While we wait for the Babel fish translator from “The Hitchhiker’s Guide to the Galaxy,” Google has been working on an entirely new way for people to communicate.
The company’s latest experimental app is geared toward those with speech and motor impairments. It enables users to select a word or phrase — with just their eyes — that is then spoken aloud.
Yes, tech that allows you to control your phone with just your eyes is here. Let’s jump into how it works and how you or a loved on can start using this app.
What is Look to Speak?
Look to Speak, available now in the Google Play store, allows you to communicate by simply looking at words and phrases displayed on the screen.
The app uses your front-facing camera to track the movement of your eyes. It displays pre-written phrases divided into two vertical lists. Looking off-screen to the left or the right will select one of the lists; to cancel a selection or to snooze, simply look up over the screen.
After each selection, the number of words and phrases narrows down, and your phone will read the remaining one out loud. You’re not limited to Google’s pre-written phrases, either. You can add your own by tapping on the menu icon in the top-right corner.
The app is available to everyone and compatible with Android 9.0 and later.
‘Now conversations can happen more easily’
Look To Speak was developed with the help of artist Sarah Ezekiel. Diagnosed with motor neuron disease in 2020, she’s one of millions of people living with speech and motor impairments.
Ezekiel worked with Google speech and language therapist Richard Cave to find ways machine learning could help people living with similar impairments. Cave specializes in working with people who are non-verbal and require assistance to communicate.
“It’s more than a job for me, it’s a passion,” he said on the Google blog. “Every day, I strive to help people find easier and more accessible ways to express their everyday needs, opinions, feelings and identity.”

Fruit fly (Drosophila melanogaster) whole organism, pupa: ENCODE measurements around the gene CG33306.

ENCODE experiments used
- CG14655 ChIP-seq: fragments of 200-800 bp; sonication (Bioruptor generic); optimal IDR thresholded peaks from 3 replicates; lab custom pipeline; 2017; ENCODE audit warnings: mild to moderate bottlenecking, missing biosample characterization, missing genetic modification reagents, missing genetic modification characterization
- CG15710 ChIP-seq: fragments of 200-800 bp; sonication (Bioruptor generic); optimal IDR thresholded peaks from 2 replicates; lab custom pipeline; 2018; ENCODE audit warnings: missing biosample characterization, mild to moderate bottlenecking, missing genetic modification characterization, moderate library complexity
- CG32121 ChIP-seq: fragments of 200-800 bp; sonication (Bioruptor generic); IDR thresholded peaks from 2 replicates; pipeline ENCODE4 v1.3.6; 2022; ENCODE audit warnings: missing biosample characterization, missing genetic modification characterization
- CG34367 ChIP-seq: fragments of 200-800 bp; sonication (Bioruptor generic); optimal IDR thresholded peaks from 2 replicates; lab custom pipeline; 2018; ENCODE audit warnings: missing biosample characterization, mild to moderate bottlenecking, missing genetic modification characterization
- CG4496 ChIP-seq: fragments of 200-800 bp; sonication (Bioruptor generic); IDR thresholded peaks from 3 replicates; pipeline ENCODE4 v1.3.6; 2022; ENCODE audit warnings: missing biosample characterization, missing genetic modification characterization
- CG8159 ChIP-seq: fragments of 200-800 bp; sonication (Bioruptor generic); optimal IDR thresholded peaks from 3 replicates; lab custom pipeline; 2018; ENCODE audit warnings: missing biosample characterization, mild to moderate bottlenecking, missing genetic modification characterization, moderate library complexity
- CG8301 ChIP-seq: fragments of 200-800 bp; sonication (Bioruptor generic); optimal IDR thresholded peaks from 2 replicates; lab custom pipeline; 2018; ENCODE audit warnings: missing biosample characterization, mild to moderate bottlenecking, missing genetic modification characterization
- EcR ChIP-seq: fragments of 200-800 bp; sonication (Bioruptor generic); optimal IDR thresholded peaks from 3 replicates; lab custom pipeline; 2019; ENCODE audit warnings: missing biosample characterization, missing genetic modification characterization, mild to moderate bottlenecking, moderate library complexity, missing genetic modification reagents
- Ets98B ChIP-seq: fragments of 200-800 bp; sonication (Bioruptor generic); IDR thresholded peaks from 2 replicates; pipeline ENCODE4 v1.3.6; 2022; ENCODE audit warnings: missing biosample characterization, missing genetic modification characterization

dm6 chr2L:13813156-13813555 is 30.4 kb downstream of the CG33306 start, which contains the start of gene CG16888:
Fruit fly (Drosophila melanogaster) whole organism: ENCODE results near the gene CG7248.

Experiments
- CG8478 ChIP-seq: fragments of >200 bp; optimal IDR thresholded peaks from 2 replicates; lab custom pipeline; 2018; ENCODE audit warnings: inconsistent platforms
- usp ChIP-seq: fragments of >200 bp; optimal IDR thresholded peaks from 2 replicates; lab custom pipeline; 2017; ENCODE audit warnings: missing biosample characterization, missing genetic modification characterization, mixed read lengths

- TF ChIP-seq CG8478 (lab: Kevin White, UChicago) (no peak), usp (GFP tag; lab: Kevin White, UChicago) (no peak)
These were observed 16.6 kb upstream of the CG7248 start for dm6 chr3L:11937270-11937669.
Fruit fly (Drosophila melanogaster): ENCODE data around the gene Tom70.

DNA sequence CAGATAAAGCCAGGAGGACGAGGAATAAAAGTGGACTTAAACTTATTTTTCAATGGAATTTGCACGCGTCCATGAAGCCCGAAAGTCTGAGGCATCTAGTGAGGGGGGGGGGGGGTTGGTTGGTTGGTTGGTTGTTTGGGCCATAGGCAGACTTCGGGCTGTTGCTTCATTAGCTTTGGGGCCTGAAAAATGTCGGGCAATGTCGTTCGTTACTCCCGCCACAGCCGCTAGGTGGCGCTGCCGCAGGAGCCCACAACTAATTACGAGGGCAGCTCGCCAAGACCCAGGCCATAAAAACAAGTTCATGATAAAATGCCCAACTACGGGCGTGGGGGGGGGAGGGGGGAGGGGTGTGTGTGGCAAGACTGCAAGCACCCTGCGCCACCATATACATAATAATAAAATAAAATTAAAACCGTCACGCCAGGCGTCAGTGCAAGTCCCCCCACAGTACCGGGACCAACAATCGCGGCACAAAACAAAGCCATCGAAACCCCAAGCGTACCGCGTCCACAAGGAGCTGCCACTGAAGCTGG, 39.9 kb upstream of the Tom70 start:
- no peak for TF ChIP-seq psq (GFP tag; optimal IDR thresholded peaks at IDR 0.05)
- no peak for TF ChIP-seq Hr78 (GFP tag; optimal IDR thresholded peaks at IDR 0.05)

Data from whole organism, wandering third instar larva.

The hope is to help people with temporary, permanent or situational disabilities — especially in situations where other more cumbersome communication devices can’t go. Think outside, in the shower or in urgent situations, Cave said.
“Now conversations can more easily happen where before there might have been silence, and I’m excited to hear some of them.”
Let LiDAR be your eyes
Advances in tech can be life-changing for people with disabilities. Take Be My Eyes, an app that lets users “lend their eyes” to those with visual impairments. Try it out if you have some free time.
Apple recently launched several apps to help those with visual impairments, like People Detection and an update to its on-screen magnifier.
Making use of the iPhone 12’s LiDAR sensor, it provides visually-impaired people a way to “see” what’s around them. It can detect objects and other people, which is especially useful in crowded places or on city sidewalks.
The technology be integrated with AirPods and Apple’s screen-reader technology, VoiceOver.
Google’s Android Accessibility Suite features a large on-screen menu (making options easier to see and select); the ability to have options read aloud; and can replace the touchscreen with a keyboard.
With the TalkBack screen reader, you can control your device with gestures. There’s even an on-screen braille keyboard.